Boom and bust in the organic milk market is a thing of the past, according to major raw milk supplier Omsco.
Demand growth has halved from recent highs of nearly 50% in the year to March 2006, but retail sales are not losing steam, claimed Richard Hampton, sales and marketing director at Omsco.
The supplier's annual market report said organic liquid milk, yoghurt, cheese and other products would soak up 375 million litres in the 2006/07 milk year, which ends in two weeks. Hampton called the 23% rise in demand "a return to underlying growth".
"We predicted growth would slow and it's done so," he said. "It's what we need to get back ahead of the curve in terms of production. Buyers shouldn't be concerned."
Omsco's forecast for 2007/08 demand is only 18% higher at 443 million litres. But Hampton predicted a return to promotion and stronger growth from 2009, once domestic milk production had increased.
Some 85 million litres of production have entered conversion this year and should be available in 2008, making further recruitment unnecessary until the autumn. In the meantime, imports of organic milk are expected to triple to some 20 million litres a year, plugging the domestic shortfall.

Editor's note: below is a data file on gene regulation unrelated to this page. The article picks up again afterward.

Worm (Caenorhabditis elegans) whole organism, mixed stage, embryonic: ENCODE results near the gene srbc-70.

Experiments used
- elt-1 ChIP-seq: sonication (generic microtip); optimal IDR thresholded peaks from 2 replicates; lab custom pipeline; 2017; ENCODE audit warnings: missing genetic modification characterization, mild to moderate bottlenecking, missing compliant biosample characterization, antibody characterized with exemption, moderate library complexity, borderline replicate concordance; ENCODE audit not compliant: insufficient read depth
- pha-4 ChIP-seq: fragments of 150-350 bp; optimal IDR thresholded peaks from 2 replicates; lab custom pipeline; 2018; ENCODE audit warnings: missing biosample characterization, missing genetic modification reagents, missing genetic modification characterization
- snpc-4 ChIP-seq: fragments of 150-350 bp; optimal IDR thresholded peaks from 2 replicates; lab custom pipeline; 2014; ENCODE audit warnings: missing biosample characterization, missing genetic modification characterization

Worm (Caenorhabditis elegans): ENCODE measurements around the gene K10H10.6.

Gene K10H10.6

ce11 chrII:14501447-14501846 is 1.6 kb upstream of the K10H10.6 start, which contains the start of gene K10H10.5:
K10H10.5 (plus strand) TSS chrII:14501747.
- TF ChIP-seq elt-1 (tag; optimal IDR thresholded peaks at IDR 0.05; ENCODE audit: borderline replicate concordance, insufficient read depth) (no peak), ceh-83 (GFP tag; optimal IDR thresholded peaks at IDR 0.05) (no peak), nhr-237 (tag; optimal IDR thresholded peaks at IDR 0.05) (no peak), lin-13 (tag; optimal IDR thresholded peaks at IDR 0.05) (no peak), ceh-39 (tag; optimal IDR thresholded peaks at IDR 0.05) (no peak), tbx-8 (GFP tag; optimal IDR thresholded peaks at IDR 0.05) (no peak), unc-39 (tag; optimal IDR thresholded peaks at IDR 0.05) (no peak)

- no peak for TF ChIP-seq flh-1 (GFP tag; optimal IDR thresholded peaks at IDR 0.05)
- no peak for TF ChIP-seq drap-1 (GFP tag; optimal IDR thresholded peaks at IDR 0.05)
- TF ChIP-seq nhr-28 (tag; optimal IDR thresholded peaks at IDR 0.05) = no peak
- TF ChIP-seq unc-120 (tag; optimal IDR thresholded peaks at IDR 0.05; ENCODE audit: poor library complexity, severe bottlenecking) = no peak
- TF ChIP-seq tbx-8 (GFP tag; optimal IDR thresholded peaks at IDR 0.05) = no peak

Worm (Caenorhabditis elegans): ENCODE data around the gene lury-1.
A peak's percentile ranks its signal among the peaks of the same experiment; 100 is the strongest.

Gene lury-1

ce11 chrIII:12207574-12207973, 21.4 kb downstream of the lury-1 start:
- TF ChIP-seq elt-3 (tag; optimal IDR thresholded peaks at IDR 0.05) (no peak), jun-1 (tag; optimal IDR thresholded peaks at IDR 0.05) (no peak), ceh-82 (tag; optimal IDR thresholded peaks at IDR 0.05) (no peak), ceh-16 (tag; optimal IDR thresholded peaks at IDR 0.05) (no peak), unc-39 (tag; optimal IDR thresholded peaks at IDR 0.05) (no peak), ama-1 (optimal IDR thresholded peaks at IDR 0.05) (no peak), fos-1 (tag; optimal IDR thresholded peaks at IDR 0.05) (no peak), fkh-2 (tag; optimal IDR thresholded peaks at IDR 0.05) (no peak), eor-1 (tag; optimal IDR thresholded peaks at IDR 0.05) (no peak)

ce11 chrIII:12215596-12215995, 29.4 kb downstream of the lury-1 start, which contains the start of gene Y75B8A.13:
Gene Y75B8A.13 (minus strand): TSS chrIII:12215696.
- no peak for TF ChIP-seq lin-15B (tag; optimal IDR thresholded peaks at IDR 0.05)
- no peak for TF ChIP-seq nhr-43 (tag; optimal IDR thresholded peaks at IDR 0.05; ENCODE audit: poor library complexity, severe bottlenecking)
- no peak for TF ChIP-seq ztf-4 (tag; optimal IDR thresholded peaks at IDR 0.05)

Hampton said imports were an unavoidable part of growing the market while British dairy farmers caught up. "We're still 97% self-sufficient, and imports should fall to near zero in the 2008/09 milk year."
He pointed to the 20% increase in organic milk prices at the farmgate as the reason for the flood of interest in going organic.
"It shows how far off economic production we started. A key priority for this year is to ensure cost increases are recovered from the market."
And with organic feed prices 100% higher on the year, costs were still going up, he said.